LIT150 Unit Iv City Colleges of Chicago-Harold Washington College Killing the “the Angel in The House”


City Colleges of ChicagoHarold Washington College

Question Description

Can you help me understand this Literature question?

As we enter the 20th century, we will experience several breakthrough readings by a few of our women writers. These authors are considered modernist writers who took on the issues and problems of women in this newer time. Women are now enjoying more freedom and opportunities, yet they still have limited options especially compared to men. During this unit, you will be exposed to the famous and familiar idea to kill the "angel in the house". Think about these words, what they mean, and how they are felt throughout the unit readings. Women are fighting to express their voices in many non-traditional ways. They are battling for positions to be active alive human beings who are fully conscious of the struggle to win basic human rights. Before this point in history, the majority of written representations have been created by men. In this unit, we will see women writers build a different and influential foundation set by the few women authors before them.

List of Readings and Assignments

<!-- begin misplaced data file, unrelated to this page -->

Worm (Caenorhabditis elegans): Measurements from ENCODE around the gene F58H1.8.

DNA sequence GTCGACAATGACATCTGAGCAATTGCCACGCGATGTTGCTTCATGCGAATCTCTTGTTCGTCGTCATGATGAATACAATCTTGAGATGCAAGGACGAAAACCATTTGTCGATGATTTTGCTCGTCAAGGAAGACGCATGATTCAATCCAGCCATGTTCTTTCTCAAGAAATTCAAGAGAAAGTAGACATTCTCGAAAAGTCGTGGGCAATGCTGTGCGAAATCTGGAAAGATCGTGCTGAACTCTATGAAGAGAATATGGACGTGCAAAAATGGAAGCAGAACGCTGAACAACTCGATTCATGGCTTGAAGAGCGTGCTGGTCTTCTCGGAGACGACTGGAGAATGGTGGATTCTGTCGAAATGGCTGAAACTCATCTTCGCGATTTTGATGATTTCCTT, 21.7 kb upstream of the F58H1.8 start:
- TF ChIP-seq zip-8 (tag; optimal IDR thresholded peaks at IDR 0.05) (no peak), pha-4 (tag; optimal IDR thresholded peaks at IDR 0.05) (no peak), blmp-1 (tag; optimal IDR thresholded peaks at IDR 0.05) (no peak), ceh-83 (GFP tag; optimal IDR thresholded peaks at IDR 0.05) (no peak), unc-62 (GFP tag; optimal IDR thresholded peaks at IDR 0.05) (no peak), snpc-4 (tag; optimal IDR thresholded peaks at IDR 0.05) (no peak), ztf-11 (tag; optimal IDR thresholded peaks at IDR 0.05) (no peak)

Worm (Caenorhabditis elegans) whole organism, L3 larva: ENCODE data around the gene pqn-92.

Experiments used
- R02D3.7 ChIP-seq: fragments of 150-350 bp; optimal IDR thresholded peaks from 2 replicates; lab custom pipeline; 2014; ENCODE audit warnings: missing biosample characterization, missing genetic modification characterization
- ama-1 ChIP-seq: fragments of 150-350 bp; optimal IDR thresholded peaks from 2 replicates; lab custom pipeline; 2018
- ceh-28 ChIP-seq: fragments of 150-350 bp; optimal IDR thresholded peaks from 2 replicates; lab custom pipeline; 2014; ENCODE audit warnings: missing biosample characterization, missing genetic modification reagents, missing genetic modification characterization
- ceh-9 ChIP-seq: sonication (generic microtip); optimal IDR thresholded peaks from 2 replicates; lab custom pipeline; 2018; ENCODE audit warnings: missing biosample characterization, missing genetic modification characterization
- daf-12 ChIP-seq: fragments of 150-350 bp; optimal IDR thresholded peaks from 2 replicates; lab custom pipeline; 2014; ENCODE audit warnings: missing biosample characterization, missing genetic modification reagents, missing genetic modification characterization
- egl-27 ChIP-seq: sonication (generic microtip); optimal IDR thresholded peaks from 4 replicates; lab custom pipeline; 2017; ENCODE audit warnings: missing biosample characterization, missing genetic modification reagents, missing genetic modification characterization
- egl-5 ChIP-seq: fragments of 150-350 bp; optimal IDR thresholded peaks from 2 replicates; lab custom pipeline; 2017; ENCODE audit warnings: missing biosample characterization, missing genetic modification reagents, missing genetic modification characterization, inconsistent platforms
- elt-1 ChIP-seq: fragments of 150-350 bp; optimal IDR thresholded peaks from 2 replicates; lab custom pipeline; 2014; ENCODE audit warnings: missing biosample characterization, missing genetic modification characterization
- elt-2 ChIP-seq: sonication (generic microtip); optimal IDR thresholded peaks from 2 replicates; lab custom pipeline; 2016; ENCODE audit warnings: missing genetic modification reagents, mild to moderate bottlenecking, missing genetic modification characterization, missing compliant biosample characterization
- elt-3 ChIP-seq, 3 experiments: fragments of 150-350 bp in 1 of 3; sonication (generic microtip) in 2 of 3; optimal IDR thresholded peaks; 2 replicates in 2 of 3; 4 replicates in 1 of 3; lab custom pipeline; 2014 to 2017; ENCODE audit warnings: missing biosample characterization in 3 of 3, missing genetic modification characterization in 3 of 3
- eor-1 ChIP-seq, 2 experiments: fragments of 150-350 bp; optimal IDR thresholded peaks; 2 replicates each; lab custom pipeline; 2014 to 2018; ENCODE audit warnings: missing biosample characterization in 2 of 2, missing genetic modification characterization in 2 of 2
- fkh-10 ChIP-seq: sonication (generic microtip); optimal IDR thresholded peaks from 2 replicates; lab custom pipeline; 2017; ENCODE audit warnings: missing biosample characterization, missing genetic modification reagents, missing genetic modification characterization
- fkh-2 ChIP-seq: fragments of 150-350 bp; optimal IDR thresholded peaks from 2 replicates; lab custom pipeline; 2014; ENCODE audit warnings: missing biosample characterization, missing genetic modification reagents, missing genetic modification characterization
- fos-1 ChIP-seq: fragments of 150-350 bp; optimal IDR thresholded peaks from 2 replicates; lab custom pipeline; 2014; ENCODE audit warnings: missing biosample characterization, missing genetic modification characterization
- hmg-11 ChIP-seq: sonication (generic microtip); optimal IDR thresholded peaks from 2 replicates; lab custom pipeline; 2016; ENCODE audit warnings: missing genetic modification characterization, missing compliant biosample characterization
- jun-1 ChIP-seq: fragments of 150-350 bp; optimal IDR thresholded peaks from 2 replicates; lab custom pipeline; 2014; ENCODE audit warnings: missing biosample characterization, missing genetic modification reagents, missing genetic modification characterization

• Mary Elizabeth Coleridge, "A Clever Woman" and "Marriage"
  • Zora Neale Hurston "Sweat"


Mrs. Dalloway's story

Hurston and the Harlem Renaissance

LIT 150 Marital Bliss or Miss?

The readings for this week present some strong and even controversial ideas about women and marriage. These readings explore what happens to a woman when she becomes a wife. The accepted view in society is that her life will be better, more fulfilled, enhanced, and comfortable. However, this ideal is not always realistic and true, as the authors contemplate the conditions and restrictions of marriage. For this discussion, share your views on the following questions: In three short paragraphs, be sure to answer the questions in complete, correct, detailed, and well-supported sentences

1. According to the readings, how can a woman's life be affected after she becomes a wife?

2. How are the lives of married women today similar to those images presented in the readings?

3. How different are the lives of married women now, compared to the female characters in our readings?

Please respond to at least 2 other student with 5-7sentence if you agree or disagree with their post and explain why.